Many, many years ago when I lived in Denmark and studied International Business Communication at the University of Southern Denmark (SDU), I learned about Geert Hofstede and his theory on cultural dimensions. Even though I was living in a multi-cultural environment back then (a.k.a. a dorm!) with students from lots of different countries, I never really realized how important culture really is.
Culture is everything.
And as the world keeps getting smaller and smaller, the more we use and embrace technology in our everyday lives, culture becomes even more important. Back then, cultural dimensions were something I read about in books like Global Marketing and Advertising: Understanding Cultural Paradoxes by Marieke de Mooij. It wasn’t something that I ever thought I’d have to understand in order to navigate life in any kind of practical sense. And even though I’ve been trying to do this for the past 13-14 years now, I think I’m just now starting to GET IT.
Culture is everything.
Imagine this particular workplace consisting of employers and employees from:
- Dominican Republic
If this isn’t a possible foundation for a cultural minefield, I don’t know what is.
According to Hofstede’s theory, this is how e.g. Denmark compares to the other countries in the 6 areas of:
- Power Distance – the extent to which the less powerful members of institutions and organizations within a country expect and accept that power is distributed unequally.
- Individualism – the degree of interdependence a society maintains among its members.
- Masculinity – The fundamental issue here is what motivates people, wanting to be the best (Masculine) or liking what you do (Feminine).
- Uncertainty Avoidance – The extent to which the members of a culture feel threatened by ambiguous or unknown situations and have created beliefs and institutions that try to avoid these.
- Long Term Orientation – how every society has to maintain some links with its own past while dealing with the challenges of the present and future.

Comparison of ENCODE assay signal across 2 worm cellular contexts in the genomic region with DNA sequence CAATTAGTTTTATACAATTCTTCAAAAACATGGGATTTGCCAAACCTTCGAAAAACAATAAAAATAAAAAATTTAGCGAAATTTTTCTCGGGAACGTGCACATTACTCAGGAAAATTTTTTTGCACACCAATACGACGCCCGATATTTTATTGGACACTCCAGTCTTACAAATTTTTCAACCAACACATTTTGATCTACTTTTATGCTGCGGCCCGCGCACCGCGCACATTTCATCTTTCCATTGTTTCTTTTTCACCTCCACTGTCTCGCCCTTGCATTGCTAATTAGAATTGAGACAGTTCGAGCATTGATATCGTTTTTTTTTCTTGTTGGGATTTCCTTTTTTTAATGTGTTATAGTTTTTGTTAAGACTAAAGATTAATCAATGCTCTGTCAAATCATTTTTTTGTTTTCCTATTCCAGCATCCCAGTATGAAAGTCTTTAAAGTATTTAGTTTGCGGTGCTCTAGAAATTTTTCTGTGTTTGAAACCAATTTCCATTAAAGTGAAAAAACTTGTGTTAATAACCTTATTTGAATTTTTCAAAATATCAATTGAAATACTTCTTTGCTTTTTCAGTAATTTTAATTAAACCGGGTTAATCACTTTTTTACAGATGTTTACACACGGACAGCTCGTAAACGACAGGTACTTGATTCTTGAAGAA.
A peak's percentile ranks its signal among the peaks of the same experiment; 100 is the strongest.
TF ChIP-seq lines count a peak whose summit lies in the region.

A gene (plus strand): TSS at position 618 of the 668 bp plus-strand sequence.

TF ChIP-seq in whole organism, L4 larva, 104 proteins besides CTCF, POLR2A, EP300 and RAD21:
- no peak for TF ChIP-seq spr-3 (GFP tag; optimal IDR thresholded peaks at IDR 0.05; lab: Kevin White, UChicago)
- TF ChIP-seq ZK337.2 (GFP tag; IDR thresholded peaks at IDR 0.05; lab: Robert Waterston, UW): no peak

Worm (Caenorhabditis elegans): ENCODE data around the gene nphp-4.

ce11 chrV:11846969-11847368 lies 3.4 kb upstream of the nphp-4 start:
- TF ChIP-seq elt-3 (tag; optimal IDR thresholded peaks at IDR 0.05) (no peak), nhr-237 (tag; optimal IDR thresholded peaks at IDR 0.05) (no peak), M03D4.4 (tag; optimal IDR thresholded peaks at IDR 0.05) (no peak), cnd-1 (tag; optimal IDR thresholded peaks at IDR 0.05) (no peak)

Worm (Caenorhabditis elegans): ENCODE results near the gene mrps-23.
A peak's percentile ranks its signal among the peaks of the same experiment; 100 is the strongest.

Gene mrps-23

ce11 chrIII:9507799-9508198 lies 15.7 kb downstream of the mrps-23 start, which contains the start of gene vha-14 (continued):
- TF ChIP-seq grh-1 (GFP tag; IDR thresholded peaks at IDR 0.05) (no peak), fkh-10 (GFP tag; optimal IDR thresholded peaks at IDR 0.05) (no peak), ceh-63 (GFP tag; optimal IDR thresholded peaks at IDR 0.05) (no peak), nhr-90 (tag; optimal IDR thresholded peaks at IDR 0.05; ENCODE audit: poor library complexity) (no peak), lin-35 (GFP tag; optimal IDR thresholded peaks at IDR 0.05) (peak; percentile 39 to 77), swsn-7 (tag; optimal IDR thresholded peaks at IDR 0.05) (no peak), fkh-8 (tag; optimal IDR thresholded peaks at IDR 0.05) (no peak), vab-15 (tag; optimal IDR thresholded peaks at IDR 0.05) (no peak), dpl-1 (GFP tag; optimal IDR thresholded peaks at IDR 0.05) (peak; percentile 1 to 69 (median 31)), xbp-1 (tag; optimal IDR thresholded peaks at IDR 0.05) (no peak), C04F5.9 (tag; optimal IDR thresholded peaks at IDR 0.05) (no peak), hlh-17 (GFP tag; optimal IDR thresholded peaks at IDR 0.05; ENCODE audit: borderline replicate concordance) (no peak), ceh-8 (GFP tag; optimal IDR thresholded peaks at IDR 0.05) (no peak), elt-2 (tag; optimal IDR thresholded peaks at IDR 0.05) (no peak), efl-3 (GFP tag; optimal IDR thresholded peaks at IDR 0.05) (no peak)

- Indulgence – the extent to which people try to control their desires and impulses.
In many ways (perhaps in most ways), we’re different and far apart from each other. Yet, we have to figure out how to exist and work together coherently as one unit…which is safe to say – not always easy.
Of course, I understand that there are many exceptions to the rules and that theories aren’t always 100% accurate. Even reading more about each country, it’s obvious that this is not an absolute truth. However, I do believe that there are several aspects of this theory which can be said to be generally true of the people from any particular country. Reading about Denmark and its cultural dimensions, I recognize myself in a lot of the “facts” and then there are others, which I don’t think are completely accurate.
I just thought of this theory recently (and it pops up in my mind ever so often) as I was thinking about why certain people behave the way they do – in their way of doing things, thinking, speaking and making sense of things.
It’s really fascinating, but at the same time also quite complicated …and often times even frustrating when the “world” (and everyone in it) doesn’t fit your version of reality, the truth or how you think things should be.
Read more about cultural dimensions on www.hofstede-insights.com